The New York Times is reporting that the Department of the Interior Inspector General – the agency’s internal watchdog – launched an investigation into President Trump’s Indian Affairs Assistant Secretary Tara Sweeney for potentially violating federal ethics laws and leaking sensitive tribal government information. In response, Western Values Project Director Jayson O’Neill issued the following statement:
“Amorality, incompetence, and corruption is what we come to expect from President Trump and his swamp team. After exposing Assistant Sec. Tara Sweeney and her lobbyist husband’s own self-dealing, launching an investigation is a good first step but if President Trump and Interior Secretary Bernhardt had any scruples, she would have been fired weeks ago. Instead, Sweeney’s immoral and possibly illegal actions that delayed and derailed these needed relief funds could continue to cause lives to be lost.”
According to the Times, Interior’s inspector general confirmed to New Mexico Senator Tom Udall that the agency watchdog started investigating after allegations that the Interior Department had inappropriately leaked sensitive tribal data. The Senate Committee on Indian Affairs has also requested all “departmental ethics guidance and/or waivers granted to Ms. Sweeney related to her potential financial conflicts of interest, direct or imputed to her.”
New Mexico Senators Tom Udall and Martin Heinrich requested the investigation after Sweeney and Interior Secretary Bernhardt were among a small group of Interior officials that advised the Treasury Department to make Alaska Native Corporations eligible for the tribal government rescue funding. After tribes were forced to file suit over the eligibility determination, sensitive tribal government data was leaked by Trump officials in what is being described as ‘shoddy document handling practices.’ The data breach will have lasting detrimental impacts according to tribal officials.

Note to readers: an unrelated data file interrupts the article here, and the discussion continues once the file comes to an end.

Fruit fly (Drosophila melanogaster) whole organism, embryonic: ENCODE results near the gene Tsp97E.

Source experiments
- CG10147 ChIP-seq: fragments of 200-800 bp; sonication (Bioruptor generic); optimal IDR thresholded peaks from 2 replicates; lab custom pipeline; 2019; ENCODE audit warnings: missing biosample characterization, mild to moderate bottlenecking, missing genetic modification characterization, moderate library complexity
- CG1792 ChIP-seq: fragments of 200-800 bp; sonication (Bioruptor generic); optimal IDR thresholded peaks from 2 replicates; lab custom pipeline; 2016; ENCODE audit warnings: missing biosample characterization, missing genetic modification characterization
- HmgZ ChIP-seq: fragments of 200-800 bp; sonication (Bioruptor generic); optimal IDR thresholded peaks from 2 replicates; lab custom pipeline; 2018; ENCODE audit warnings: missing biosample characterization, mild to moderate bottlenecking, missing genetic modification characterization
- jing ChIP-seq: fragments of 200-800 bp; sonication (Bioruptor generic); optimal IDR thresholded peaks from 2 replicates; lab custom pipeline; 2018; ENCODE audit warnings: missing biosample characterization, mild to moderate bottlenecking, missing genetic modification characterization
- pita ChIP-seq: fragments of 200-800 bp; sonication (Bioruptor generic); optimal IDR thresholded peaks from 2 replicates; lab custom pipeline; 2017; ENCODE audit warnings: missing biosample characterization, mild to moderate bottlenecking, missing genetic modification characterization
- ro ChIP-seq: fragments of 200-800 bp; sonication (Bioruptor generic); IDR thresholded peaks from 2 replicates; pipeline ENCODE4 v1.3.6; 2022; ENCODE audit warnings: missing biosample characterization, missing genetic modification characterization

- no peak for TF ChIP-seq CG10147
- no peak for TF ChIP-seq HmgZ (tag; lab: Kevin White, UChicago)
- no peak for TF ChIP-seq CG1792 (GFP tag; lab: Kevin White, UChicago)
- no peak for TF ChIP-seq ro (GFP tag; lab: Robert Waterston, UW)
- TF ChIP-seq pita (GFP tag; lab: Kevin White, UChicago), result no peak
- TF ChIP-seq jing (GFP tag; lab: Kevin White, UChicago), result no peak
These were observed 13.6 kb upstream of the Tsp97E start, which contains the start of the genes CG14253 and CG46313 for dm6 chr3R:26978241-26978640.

Astoundingly, Western Values Project exposed that Sweeney’s lobbyist husband, Kevin Sweeney, who represents another corporation deemed eligible under her recommendation was one of the first to apply for the coronavirus relief monies. Sweeney’s conflicted past and her work for one of the corporations poised to receive relief monies that she still has a financial interest in have been well documented. Federal law requires government officials to disclose personal conflicts, consult ethics officials before participating in matters that they may be conflicted on, and requires government officials to recuse themselves from working on projects that their family or spouses have a financial interest in. It doesn’t appear that Sweeney did any of it.
Trump’s Interior and Treasury Department’s released a joint statement last week that they would finally begin distributing part of the funds to tribal governments but would withhold billions for Alaska Native Corporations until pending litigation relating to their eligibility is resolved. Native American tribes hit with some of the highest rates of coronavirus infections per capita are only now beginning to receive a portion of the $8 billion in coronavirus pandemic relief funds allocated by Congress in the CARES Act which was passed nearly six weeks ago.
New Mexico Senator Tom Udall, who fought for the tribal government relief funds to be included in the act, told Public News Service that the ‘announcement comes weeks too late and billions of dollars short.’ The Navajo Nation is reporting one of the highest COVID-19 death rates in the country.
View Western Values Project’s additional research here.
Federal law 5 C.F.R. § 2635.502(a) requires that if an employee knows that a particular matter involving specific parties is likely to have a direct and predictable effect on the financial interest of a member of his/her household, or knows that a person with whom he/she has a covered relationship is or represents a party to such matter, and where the employee determines that the circumstances would cause a reasonable person with knowledge of the relevant facts to question his/her impartiality in the matter, the employee should not participate in the matter unless he/she has informed the Designated Ethics Official of the appearance problem and received written authorization from the Designated Ethics Official to participate in the matter.
18 U.S.C. § 208, the basic criminal conflict of interest statute, prohibits an executive branch employee from participating personally and substantially in a particular Government matter that will affect his own financial interests, as well as the financial interests of: His spouse or minor child; His general partner; An organization in which he serves as an officer, director, trustee, general partner or employee; and A person with whom he is negotiating for or has an arrangement concerning prospective employment.